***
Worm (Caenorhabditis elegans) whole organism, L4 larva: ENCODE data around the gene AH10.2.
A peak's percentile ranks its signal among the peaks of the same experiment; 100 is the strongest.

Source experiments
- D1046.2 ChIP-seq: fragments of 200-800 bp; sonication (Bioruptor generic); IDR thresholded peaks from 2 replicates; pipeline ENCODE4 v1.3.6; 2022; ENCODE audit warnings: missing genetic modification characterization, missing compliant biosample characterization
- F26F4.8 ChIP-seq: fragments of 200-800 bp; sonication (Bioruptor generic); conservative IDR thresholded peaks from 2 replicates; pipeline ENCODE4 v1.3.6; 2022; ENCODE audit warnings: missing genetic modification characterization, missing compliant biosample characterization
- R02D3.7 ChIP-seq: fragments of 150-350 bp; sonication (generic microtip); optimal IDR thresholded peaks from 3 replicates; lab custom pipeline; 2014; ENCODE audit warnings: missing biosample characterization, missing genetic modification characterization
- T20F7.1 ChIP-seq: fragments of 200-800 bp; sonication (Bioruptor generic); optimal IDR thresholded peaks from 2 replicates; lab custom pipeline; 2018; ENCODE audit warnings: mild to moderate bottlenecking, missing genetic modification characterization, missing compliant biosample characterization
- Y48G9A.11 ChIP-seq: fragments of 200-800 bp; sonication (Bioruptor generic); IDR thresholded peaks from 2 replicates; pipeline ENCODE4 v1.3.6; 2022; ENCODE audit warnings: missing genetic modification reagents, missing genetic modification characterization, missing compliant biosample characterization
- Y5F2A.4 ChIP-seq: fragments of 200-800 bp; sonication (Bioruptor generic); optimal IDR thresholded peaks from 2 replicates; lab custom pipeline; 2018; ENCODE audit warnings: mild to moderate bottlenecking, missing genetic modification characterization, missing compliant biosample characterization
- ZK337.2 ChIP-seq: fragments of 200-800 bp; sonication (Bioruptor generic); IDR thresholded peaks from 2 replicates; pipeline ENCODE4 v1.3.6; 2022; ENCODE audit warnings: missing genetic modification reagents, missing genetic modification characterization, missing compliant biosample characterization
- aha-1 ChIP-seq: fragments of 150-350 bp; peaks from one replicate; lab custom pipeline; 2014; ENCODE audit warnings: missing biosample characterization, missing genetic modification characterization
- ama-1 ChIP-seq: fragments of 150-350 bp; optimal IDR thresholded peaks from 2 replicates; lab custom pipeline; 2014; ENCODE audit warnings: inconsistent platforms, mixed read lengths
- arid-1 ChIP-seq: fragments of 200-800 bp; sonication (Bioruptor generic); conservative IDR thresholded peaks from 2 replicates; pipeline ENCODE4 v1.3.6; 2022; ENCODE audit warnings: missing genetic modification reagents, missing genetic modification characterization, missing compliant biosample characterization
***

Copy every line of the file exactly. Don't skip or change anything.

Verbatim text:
Worm (Caenorhabditis elegans) whole organism, L4 larva: ENCODE data around the gene AH10.2.
A peak's percentile ranks its signal among the peaks of the same experiment; 100 is the strongest.

Source experiments
- D1046.2 ChIP-seq: fragments of 200-800 bp; sonication (Bioruptor generic); IDR thresholded peaks from 2 replicates; pipeline ENCODE4 v1.3.6; 2022; ENCODE audit warnings: missing genetic modification characterization, missing compliant biosample characterization
- F26F4.8 ChIP-seq: fragments of 200-800 bp; sonication (Bioruptor generic); conservative IDR thresholded peaks from 2 replicates; pipeline ENCODE4 v1.3.6; 2022; ENCODE audit warnings: missing genetic modification characterization, missing compliant biosample characterization
- R02D3.7 ChIP-seq: fragments of 150-350 bp; sonication (generic microtip); optimal IDR thresholded peaks from 3 replicates; lab custom pipeline; 2014; ENCODE audit warnings: missing biosample characterization, missing genetic modification characterization
- T20F7.1 ChIP-seq: fragments of 200-800 bp; sonication (Bioruptor generic); optimal IDR thresholded peaks from 2 replicates; lab custom pipeline; 2018; ENCODE audit warnings: mild to moderate bottlenecking, missing genetic modification characterization, missing compliant biosample characterization
- Y48G9A.11 ChIP-seq: fragments of 200-800 bp; sonication (Bioruptor generic); IDR thresholded peaks from 2 replicates; pipeline ENCODE4 v1.3.6; 2022; ENCODE audit warnings: missing genetic modification reagents, missing genetic modification characterization, missing compliant biosample characterization
- Y5F2A.4 ChIP-seq: fragments of 200-800 bp; sonication (Bioruptor generic); optimal IDR thresholded peaks from 2 replicates; lab custom pipeline; 2018; ENCODE audit warnings: mild to moderate bottlenecking, missing genetic modification characterization, missing compliant biosample characterization
- ZK337.2 ChIP-seq: fragments of 200-800 bp; sonication (Bioruptor generic); IDR thresholded peaks from 2 replicates; pipeline ENCODE4 v1.3.6; 2022; ENCODE audit warnings: missing genetic modification reagents, missing genetic modification characterization, missing compliant biosample characterization
- aha-1 ChIP-seq: fragments of 150-350 bp; peaks from one replicate; lab custom pipeline; 2014; ENCODE audit warnings: missing biosample characterization, missing genetic modification characterization
- ama-1 ChIP-seq: fragments of 150-350 bp; optimal IDR thresholded peaks from 2 replicates; lab custom pipeline; 2014; ENCODE audit warnings: inconsistent platforms, mixed read lengths
- arid-1 ChIP-seq: fragments of 200-800 bp; sonication (Bioruptor generic); conservative IDR thresholded peaks from 2 replicates; pipeline ENCODE4 v1.3.6; 2022; ENCODE audit warnings: missing genetic modification reagents, missing genetic modification characterization, missing compliant biosample characterization